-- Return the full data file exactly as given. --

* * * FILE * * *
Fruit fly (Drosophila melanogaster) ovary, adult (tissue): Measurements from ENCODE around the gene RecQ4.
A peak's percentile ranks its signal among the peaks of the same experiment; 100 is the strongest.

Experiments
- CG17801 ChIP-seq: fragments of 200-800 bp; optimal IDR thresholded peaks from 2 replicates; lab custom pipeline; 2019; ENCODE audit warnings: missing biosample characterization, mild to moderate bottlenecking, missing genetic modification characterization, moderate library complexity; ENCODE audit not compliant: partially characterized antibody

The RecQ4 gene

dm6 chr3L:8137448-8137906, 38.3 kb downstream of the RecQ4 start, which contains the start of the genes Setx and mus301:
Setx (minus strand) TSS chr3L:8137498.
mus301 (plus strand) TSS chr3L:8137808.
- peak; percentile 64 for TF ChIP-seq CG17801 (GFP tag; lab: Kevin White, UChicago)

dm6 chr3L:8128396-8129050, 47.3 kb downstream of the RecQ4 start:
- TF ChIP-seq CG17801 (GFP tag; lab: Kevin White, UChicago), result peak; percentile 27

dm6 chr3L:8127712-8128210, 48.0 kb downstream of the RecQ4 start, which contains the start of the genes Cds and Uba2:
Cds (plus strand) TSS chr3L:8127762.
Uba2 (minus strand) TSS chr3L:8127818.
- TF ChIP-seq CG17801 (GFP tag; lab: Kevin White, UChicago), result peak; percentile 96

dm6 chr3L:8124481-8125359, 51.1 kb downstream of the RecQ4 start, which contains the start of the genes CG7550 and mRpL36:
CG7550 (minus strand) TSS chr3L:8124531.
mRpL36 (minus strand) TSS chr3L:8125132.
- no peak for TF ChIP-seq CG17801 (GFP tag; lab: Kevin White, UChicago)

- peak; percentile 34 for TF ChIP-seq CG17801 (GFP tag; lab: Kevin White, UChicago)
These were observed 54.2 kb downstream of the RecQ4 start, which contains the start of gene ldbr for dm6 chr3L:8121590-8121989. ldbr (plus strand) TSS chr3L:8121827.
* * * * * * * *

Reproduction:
Fruit fly (Drosophila melanogaster) ovary, adult (tissue): Measurements from ENCODE around the gene RecQ4.
A peak's percentile ranks its signal among the peaks of the same experiment; 100 is the strongest.

Experiments
- CG17801 ChIP-seq: fragments of 200-800 bp; optimal IDR thresholded peaks from 2 replicates; lab custom pipeline; 2019; ENCODE audit warnings: missing biosample characterization, mild to moderate bottlenecking, missing genetic modification characterization, moderate library complexity; ENCODE audit not compliant: partially characterized antibody

The RecQ4 gene

dm6 chr3L:8137448-8137906, 38.3 kb downstream of the RecQ4 start, which contains the start of the genes Setx and mus301:
Setx (minus strand) TSS chr3L:8137498.
mus301 (plus strand) TSS chr3L:8137808.
- peak; percentile 64 for TF ChIP-seq CG17801 (GFP tag; lab: Kevin White, UChicago)

dm6 chr3L:8128396-8129050, 47.3 kb downstream of the RecQ4 start:
- TF ChIP-seq CG17801 (GFP tag; lab: Kevin White, UChicago), result peak; percentile 27

dm6 chr3L:8127712-8128210, 48.0 kb downstream of the RecQ4 start, which contains the start of the genes Cds and Uba2:
Cds (plus strand) TSS chr3L:8127762.
Uba2 (minus strand) TSS chr3L:8127818.
- TF ChIP-seq CG17801 (GFP tag; lab: Kevin White, UChicago), result peak; percentile 96

dm6 chr3L:8124481-8125359, 51.1 kb downstream of the RecQ4 start, which contains the start of the genes CG7550 and mRpL36:
CG7550 (minus strand) TSS chr3L:8124531.
mRpL36 (minus strand) TSS chr3L:8125132.
- no peak for TF ChIP-seq CG17801 (GFP tag; lab: Kevin White, UChicago)

- peak; percentile 34 for TF ChIP-seq CG17801 (GFP tag; lab: Kevin White, UChicago)
These were observed 54.2 kb downstream of the RecQ4 start, which contains the start of gene ldbr for dm6 chr3L:8121590-8121989. ldbr (plus strand) TSS chr3L:8121827.